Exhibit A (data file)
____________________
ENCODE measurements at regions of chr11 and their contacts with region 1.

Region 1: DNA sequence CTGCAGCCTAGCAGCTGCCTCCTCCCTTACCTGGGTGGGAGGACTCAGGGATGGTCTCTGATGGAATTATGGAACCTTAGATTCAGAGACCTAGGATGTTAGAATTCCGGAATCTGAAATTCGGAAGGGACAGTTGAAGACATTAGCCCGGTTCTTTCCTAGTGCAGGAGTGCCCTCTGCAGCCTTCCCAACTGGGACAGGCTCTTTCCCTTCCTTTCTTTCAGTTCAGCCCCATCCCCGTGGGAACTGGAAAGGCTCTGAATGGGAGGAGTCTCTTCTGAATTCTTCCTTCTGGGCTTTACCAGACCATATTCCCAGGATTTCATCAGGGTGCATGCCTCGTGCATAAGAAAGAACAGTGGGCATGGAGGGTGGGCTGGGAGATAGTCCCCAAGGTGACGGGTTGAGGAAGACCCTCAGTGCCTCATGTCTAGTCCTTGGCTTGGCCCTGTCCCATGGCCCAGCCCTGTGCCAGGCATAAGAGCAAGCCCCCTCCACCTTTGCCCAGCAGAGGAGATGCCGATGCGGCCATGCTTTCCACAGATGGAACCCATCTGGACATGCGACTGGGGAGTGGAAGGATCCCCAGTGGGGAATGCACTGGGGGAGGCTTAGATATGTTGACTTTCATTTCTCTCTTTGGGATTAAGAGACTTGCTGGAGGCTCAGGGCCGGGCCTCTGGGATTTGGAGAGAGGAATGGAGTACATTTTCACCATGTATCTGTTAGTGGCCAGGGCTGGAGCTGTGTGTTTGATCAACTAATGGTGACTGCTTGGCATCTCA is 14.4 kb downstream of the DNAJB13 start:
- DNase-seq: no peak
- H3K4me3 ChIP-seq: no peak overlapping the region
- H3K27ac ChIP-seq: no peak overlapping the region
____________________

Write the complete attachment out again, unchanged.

ENCODE measurements at regions of chr11 and their contacts with region 1.

Region 1: DNA sequence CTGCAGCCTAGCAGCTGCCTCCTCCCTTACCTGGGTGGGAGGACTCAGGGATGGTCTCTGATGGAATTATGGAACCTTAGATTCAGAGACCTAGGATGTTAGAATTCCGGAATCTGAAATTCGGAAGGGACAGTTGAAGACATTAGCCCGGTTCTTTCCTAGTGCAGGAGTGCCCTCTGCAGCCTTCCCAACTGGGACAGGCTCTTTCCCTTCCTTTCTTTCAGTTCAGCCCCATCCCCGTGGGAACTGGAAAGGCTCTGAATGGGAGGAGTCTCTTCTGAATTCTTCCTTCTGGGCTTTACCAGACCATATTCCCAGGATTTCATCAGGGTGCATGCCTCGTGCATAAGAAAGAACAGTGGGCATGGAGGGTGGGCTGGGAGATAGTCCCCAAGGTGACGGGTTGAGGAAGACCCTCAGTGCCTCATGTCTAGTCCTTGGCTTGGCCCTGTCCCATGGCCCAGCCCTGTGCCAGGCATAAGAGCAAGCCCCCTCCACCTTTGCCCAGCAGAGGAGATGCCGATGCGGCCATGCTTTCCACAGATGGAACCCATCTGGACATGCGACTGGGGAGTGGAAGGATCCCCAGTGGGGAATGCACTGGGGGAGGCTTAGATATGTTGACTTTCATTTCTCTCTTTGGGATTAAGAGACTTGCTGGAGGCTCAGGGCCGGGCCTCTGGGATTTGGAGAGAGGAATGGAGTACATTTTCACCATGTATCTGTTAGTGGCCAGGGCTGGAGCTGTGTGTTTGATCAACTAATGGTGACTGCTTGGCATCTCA is 14.4 kb downstream of the DNAJB13 start:
- DNase-seq: no peak
- H3K4me3 ChIP-seq: no peak overlapping the region
- H3K27ac ChIP-seq: no peak overlapping the region